As we highlighted in Monday’s Chart of the Day, if there was going to be a gap down of over 1% it could not have come on a better day of the week. After ultimately falling over 1.5% as of Monday’s close, “turnaround Tuesday” was in full effect yesterday with the S&P 500 rallying 1.01%. In the history of the S&P 500, there have been 162 prior instances of a full day decline on Monday of over 1% and a subsequent turnaround Tuesday rally of over 1%. This week was the first such occurrence since August 12th of last year (which was actually a back-to-back week with this type of move) and just the sixteenth occurrence of the past decade. Although the past couple of days’ moves have been substantially larger than what has been the norm in recent months (Monday’s decline snapped a 71 consecutive trading day streak without a 1% up or down move), compared to these 162 other turnaround Tuesdays with 1% or larger moves, the current scenario is actually on the weaker side in terms of volatility. Of those past occurrences, Monday’s average decline was much larger at 2.8% and this week’s rally on Tuesday was not even half the size of the average gain of 2.19% on these prior turnaround Tuesdays.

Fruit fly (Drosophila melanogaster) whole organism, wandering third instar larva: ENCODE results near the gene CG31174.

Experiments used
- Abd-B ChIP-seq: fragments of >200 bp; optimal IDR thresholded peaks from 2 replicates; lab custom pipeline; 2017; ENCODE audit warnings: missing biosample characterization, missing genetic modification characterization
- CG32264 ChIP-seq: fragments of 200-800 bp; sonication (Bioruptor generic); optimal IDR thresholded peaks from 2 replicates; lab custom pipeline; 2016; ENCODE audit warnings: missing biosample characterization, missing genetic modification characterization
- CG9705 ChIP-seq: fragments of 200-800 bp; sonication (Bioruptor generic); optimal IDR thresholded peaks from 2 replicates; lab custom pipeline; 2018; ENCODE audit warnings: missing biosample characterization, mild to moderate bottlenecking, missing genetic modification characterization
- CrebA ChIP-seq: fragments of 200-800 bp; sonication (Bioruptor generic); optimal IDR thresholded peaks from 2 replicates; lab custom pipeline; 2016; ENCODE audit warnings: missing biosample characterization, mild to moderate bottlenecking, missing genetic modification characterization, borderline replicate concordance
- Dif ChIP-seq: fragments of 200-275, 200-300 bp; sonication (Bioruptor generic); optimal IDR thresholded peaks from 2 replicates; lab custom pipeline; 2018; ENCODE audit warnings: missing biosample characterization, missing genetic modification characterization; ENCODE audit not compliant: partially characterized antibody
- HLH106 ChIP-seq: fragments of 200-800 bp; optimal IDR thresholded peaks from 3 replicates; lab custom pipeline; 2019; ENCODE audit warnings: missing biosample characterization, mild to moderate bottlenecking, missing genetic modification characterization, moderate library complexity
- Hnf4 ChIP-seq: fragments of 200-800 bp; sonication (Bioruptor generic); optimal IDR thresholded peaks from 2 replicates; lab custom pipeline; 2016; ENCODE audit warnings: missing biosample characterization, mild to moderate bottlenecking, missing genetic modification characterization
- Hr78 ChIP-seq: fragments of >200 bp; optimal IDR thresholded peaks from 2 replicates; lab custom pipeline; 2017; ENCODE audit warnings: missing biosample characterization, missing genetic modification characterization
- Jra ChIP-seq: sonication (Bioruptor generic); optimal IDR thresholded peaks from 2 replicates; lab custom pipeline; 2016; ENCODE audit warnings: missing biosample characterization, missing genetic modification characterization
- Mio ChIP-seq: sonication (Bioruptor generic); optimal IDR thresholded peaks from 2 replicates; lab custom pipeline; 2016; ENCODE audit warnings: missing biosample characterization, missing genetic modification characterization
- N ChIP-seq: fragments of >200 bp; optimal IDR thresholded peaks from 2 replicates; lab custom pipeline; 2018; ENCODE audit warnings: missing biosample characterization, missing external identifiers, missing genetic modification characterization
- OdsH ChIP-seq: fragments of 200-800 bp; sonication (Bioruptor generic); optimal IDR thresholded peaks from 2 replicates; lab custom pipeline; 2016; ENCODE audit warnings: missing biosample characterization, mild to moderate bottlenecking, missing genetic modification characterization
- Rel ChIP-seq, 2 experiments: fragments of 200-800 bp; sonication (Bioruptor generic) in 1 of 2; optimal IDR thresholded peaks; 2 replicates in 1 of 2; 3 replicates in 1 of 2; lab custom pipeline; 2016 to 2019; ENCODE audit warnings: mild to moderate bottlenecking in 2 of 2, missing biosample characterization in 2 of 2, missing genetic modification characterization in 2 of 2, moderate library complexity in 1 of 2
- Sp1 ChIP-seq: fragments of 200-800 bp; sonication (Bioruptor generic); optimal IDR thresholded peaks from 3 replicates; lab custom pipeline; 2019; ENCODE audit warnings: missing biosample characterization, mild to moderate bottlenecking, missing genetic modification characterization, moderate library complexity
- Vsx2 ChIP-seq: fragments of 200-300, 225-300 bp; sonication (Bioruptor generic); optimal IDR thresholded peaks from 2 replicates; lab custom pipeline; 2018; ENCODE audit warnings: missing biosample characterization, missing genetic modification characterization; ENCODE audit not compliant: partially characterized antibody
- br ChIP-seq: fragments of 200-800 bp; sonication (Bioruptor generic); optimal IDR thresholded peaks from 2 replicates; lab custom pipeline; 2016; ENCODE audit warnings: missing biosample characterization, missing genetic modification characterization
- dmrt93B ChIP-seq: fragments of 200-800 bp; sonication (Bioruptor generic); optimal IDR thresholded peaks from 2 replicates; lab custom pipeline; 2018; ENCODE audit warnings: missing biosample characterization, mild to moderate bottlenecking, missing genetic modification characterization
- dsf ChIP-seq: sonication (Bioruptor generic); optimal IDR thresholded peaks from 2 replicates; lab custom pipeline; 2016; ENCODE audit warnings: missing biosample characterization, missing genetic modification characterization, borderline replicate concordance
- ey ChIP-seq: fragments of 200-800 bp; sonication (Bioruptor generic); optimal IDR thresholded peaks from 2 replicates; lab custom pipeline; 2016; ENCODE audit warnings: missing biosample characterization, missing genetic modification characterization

As for the rest of the week, Wednesdays after turnaround Tuesdays have averaged a full-day gain (from Tuesday’s close to Wednesday’s close) of 0.19% which is 11 bps greater than the average gain of 8 bps for all Wednesdays. Thursday is the weakest day of turnaround Tuesday weeks averaging a gain of only 16 bps with positive price action only 51.61% of the time (average for all Thursdays = 4 bps). Finally, Fridays have typically been the best performing of the three days with an average gain of 27 bps (compared to an average gain of just 5bps for all Fridays). Additionally, it is the day that most consistently has seen the S&P 500 finish higher. Start a two-week free trial to Bespoke Institutional to access our Chart of the Day and every other report and interactive tool we offer.